Can your business handle 1500 new sales in 24 hours?

That’s what happened to our go-to neighborhood restaurant when they were featured in the San Francisco edition of Groupon.

Groupon? What’s that?

GrouponGroupon is an Internet promotion site that features a business local to you every day.  That business offers Groupon subscribers a deal, typically 50% off.  In the case of our local restaurant, they offered $50 of food and beverage for  $25.

Groupon encourages people to share the deal with their social networking friends.  In fact , a lot of the deals aren’t effective unless a certain number of people, say 100, buy.

When you join Groupon, every day you receive email about that day’s deal.  If you like how it sounds, you click to the Groupon page and buy the deal.  Your credit card is charged that day, and each Groupon deal has its own expiration date (usually a few weeks to a year in the future).   There’s no charge to be a Groupon member.  You pay only when you make the decision to buy a deal.

Recent San Francisco Groupon deals have included $50 of restaurant food for $25, 1/2 off city tours, $28 of seafood from a fish market for $14, professional teeth whitening for $200, two one-hour tourist airplane flights around San Francisco for $150, and $50 of Nordstrom’s Rack clothes for $25.

If you haven’t checked out Groupon as a consumer, I recommend signing up for their email.  They offer Groupons in all major cities, and in a lot of mid-sized places, too!

(Go ahead, sign up!)

Now, if you’re a business… It’s a real deal!

The owner of the restaurant said that they sold 1,500 2-for-1 Groupons the one day their place was featured.  If Groupon took 50% of the coupon’s cost as its fee (that’s the percentage mentioned in some online accounts), then the restaurant quickly gets $18,750 in cash for which it has to deliver $75,000 in list-price food and drink during the next six months (the expiration period for this deal).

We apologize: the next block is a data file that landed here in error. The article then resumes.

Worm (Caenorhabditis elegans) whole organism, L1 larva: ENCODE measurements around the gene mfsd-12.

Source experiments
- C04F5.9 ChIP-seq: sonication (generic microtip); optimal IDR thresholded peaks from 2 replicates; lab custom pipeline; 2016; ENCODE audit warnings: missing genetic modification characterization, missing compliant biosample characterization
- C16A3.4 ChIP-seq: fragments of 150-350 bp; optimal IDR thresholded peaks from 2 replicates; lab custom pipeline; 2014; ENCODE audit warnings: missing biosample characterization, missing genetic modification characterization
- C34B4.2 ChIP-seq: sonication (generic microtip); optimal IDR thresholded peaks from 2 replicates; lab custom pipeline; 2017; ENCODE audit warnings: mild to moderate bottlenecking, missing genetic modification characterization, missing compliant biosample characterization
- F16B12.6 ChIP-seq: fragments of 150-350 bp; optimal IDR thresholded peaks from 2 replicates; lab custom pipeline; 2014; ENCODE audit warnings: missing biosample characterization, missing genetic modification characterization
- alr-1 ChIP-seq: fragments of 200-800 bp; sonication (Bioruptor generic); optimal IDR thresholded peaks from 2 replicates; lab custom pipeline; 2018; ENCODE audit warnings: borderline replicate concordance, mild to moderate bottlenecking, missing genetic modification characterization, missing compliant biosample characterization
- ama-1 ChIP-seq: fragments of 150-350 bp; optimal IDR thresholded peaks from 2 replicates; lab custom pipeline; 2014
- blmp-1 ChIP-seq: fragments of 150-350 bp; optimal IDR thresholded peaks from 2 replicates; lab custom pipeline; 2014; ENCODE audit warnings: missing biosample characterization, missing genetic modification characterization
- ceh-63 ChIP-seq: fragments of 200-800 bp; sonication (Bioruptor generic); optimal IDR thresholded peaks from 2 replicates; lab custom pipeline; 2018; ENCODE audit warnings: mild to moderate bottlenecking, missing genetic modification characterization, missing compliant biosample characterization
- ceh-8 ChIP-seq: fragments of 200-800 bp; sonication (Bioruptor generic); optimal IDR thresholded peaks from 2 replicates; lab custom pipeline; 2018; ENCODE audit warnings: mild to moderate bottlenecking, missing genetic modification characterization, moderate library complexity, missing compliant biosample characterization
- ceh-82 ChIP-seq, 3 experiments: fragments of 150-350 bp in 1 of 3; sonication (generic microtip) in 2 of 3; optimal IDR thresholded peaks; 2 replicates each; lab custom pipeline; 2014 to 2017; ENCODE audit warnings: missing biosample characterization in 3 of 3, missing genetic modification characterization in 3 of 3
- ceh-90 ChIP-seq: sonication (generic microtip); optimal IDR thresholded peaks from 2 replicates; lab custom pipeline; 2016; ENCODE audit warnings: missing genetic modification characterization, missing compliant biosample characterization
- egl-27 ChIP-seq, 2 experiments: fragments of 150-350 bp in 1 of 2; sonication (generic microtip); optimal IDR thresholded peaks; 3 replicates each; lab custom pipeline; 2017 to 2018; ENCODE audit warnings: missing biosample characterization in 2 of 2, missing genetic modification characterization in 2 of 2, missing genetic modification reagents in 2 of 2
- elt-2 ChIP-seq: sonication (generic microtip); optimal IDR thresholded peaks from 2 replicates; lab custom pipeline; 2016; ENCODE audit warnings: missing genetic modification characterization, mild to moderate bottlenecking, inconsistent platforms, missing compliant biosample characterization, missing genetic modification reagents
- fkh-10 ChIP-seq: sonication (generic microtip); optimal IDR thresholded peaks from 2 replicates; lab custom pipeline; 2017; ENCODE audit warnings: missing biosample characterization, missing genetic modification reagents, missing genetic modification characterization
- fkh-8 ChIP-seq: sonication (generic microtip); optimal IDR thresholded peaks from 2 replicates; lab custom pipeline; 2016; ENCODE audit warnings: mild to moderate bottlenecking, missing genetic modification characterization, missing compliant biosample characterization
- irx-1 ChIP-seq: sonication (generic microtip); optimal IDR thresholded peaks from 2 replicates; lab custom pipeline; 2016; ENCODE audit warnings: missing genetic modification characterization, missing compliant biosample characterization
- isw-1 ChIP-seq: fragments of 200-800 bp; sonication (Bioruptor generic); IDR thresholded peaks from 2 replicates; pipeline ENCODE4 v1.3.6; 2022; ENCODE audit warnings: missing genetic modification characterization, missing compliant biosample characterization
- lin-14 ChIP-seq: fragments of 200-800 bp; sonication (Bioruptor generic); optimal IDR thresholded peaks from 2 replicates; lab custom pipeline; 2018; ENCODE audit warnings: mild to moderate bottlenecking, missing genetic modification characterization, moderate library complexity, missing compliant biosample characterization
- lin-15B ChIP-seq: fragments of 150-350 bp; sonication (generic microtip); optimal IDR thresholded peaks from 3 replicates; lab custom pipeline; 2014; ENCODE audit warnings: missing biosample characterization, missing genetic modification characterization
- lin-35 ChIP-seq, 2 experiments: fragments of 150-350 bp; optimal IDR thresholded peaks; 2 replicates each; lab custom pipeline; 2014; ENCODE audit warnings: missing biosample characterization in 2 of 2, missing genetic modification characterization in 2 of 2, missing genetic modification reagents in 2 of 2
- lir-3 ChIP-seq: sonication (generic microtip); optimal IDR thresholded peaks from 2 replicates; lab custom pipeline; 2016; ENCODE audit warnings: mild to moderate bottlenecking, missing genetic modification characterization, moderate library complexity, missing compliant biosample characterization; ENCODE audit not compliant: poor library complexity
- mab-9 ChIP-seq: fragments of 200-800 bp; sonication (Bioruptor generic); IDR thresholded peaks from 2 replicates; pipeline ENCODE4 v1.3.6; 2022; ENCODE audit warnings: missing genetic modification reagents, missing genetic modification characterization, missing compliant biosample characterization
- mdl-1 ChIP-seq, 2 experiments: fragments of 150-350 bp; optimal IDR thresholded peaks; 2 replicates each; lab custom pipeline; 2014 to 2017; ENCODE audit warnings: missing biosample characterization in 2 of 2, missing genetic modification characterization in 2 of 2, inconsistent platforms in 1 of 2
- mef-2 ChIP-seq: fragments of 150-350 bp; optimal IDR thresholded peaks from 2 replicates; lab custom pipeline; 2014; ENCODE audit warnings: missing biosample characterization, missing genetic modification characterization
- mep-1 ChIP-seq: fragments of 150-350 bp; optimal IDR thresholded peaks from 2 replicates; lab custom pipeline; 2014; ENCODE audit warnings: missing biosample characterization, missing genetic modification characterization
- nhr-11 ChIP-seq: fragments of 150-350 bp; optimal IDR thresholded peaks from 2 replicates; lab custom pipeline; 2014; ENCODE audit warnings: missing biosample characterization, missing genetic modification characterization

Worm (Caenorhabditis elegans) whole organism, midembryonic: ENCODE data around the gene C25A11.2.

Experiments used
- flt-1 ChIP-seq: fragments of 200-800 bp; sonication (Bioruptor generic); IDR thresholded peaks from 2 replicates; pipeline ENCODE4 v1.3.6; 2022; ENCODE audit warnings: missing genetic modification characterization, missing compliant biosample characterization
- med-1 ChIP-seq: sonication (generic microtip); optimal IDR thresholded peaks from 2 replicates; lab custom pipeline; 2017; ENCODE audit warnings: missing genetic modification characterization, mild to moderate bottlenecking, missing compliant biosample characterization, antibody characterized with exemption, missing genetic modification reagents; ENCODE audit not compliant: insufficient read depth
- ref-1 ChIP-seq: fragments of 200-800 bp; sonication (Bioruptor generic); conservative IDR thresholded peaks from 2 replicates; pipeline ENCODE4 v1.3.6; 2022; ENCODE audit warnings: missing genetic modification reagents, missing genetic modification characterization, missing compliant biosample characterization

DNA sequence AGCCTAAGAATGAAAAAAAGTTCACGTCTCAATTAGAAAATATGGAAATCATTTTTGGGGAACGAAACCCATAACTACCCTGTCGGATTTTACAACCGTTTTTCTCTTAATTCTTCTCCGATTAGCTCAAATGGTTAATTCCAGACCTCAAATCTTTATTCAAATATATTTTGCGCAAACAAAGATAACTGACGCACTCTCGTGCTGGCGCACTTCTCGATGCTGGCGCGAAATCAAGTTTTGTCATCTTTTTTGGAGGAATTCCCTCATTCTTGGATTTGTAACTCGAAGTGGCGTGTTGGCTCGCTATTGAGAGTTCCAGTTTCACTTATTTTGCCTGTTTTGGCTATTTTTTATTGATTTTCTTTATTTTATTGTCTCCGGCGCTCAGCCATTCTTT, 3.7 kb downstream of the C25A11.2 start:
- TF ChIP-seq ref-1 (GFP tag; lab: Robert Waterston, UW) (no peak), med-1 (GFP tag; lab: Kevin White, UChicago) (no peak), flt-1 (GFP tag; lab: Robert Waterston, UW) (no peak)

I think it’s a great deal for both the restaurant and its patrons.  Of course, the final results will depend upon the mix of customers and what they order.  But even using us as an example of established customers, I think the restaurant is on solid financial ground.  Our bill before tip is generally about $80, and at least 1/3 of that is high-margin alcohol.  So, when we go with our Groupon, we’ll pay $30 above the Groupon value, and much of the total is high margin stuff.  So the restaurant is taking in $42.50 ($30+$12.50) which should be greater than its marginal cost to serve us.

And, we are the worst possible buyers of Groups — we’re established customers who would have gone to the restaurant anyway.

On the other hand, some number of the Groupons were bought by people who have never walked in the door before.  These folks are going to keep going back (because the restaurant is wonderful).    For these people, the restaurant is gaining new revenue from new clients who will keep generating income over the years. I am guessing that other ways of acquiring new clients is greater than the $37.50 ($50 – $12.50) the restaurant is paying for its Groupon experience. In any event, the restaurant is going to make money if the clients spend more than $50 at dinner or when they come back in the future.

So, do you want 1500 sales in the next day?  Can you handle that much business?

For me, the only question is do you have a service or product that has mass consumer appeal (my accountants and attorney clients don’t have services that make deals possible)?

If you do have a Groupon-able product, let’s get creative.  Let’s think how your business can be Groupon featured deal of the day!